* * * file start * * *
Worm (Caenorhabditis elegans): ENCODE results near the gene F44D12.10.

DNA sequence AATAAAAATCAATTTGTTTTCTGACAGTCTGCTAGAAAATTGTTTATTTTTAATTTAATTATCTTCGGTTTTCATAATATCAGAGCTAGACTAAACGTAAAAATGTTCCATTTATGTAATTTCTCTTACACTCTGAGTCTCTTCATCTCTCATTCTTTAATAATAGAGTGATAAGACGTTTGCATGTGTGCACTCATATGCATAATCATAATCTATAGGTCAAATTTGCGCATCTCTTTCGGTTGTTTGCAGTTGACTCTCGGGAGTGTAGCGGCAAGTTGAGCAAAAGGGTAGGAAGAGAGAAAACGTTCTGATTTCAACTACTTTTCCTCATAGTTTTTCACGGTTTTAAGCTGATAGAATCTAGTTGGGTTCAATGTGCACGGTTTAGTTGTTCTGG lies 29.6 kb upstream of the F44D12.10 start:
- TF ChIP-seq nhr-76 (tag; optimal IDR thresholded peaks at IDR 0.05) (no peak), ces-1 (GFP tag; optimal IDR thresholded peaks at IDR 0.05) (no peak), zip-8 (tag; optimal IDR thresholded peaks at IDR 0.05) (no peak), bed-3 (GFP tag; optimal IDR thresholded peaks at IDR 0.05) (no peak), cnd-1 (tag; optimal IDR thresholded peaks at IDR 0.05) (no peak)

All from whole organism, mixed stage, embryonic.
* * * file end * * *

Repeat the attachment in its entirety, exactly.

Worm (Caenorhabditis elegans): ENCODE results near the gene F44D12.10.

DNA sequence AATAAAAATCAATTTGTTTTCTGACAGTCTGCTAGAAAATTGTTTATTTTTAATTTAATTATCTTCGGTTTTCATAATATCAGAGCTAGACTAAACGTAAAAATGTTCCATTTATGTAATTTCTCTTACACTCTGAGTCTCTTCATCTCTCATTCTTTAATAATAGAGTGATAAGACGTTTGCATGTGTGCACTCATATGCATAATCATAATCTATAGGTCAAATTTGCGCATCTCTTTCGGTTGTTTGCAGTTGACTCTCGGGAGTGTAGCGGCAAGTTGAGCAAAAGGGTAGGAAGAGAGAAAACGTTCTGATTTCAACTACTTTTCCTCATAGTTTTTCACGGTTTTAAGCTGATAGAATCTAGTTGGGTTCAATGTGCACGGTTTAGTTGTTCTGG lies 29.6 kb upstream of the F44D12.10 start:
- TF ChIP-seq nhr-76 (tag; optimal IDR thresholded peaks at IDR 0.05) (no peak), ces-1 (GFP tag; optimal IDR thresholded peaks at IDR 0.05) (no peak), zip-8 (tag; optimal IDR thresholded peaks at IDR 0.05) (no peak), bed-3 (GFP tag; optimal IDR thresholded peaks at IDR 0.05) (no peak), cnd-1 (tag; optimal IDR thresholded peaks at IDR 0.05) (no peak)

All from whole organism, mixed stage, embryonic.